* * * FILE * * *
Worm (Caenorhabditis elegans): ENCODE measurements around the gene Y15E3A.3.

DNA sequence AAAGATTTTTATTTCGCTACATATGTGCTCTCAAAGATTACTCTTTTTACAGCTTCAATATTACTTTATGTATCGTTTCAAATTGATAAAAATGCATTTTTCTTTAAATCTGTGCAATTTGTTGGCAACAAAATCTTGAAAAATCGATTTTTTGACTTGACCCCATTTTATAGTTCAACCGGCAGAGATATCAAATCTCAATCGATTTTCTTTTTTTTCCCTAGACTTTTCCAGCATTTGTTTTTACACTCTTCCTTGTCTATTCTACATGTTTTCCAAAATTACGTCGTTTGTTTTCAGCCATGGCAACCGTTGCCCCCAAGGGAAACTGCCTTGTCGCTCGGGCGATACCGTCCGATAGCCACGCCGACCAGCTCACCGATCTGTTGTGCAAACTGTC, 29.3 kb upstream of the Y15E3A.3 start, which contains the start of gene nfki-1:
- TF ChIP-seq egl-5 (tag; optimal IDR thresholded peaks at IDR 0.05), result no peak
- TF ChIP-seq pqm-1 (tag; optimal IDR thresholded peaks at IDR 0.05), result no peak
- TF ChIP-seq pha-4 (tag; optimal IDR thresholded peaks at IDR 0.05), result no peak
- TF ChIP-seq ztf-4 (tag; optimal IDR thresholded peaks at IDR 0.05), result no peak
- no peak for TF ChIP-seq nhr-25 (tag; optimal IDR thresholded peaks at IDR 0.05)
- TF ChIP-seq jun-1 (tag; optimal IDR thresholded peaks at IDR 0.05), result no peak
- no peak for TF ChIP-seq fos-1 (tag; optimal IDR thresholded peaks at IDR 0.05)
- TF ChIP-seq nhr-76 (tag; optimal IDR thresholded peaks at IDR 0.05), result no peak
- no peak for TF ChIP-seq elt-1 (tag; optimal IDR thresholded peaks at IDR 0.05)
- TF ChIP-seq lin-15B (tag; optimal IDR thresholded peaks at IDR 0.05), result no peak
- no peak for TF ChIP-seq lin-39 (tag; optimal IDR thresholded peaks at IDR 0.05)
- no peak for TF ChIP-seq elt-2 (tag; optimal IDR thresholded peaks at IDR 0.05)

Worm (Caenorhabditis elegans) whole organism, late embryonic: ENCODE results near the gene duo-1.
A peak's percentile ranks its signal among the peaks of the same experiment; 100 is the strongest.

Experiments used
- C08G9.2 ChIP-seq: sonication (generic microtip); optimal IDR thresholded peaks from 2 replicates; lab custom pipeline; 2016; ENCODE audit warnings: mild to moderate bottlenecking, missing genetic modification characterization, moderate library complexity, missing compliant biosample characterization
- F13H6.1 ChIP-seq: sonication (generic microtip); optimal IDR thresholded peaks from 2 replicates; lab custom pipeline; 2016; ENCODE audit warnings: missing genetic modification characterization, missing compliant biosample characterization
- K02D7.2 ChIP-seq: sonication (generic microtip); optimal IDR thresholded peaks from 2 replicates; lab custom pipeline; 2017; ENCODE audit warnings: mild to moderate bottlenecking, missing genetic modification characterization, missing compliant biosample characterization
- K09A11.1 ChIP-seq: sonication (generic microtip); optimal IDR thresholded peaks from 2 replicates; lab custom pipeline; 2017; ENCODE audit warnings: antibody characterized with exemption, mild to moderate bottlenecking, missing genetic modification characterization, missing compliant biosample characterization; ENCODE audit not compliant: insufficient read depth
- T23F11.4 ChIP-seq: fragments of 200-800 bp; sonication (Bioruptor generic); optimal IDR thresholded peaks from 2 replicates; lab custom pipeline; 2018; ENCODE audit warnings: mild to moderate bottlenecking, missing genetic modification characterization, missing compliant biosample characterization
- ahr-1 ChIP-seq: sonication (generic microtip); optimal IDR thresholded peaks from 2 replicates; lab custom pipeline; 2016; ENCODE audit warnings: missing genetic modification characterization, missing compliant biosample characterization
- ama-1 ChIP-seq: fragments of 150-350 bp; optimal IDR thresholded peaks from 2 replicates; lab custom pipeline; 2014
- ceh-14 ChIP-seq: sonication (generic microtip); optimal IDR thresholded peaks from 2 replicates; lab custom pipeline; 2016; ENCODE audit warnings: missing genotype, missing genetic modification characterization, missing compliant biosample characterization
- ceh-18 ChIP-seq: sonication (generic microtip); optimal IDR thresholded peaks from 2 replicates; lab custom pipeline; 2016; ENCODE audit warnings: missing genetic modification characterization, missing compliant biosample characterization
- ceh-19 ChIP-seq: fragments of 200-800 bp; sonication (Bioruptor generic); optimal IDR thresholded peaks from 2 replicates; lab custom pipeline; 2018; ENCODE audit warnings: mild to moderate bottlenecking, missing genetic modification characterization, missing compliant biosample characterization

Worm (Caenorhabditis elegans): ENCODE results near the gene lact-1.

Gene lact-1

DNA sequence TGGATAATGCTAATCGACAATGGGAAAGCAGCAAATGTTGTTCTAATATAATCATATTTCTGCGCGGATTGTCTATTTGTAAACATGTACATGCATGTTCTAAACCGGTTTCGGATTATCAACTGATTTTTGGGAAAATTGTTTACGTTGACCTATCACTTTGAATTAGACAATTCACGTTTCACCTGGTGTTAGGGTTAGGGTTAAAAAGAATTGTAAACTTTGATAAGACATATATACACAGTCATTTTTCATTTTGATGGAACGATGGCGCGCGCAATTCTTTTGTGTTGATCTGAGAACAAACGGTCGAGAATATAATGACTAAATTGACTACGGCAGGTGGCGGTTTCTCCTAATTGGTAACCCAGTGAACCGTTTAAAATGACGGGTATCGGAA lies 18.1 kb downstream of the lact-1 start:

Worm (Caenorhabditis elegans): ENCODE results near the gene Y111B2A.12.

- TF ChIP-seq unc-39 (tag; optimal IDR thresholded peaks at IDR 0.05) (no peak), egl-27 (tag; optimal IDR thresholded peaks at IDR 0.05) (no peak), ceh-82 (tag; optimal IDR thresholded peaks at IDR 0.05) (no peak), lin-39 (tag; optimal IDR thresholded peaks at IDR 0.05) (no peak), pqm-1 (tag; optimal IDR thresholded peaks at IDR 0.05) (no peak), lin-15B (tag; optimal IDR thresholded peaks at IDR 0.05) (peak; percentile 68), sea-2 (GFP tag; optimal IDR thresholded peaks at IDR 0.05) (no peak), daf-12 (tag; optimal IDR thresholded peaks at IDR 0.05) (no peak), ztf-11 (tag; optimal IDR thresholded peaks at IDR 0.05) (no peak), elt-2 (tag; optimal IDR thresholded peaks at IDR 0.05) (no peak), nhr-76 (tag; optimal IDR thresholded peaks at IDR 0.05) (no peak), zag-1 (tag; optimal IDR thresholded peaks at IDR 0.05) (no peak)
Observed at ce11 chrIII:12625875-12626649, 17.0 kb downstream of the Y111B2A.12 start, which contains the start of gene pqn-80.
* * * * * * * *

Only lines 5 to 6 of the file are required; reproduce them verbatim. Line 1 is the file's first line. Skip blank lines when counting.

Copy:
- TF ChIP-seq pha-4 (tag; optimal IDR thresholded peaks at IDR 0.05), result no peak
- TF ChIP-seq ztf-4 (tag; optimal IDR thresholded peaks at IDR 0.05), result no peak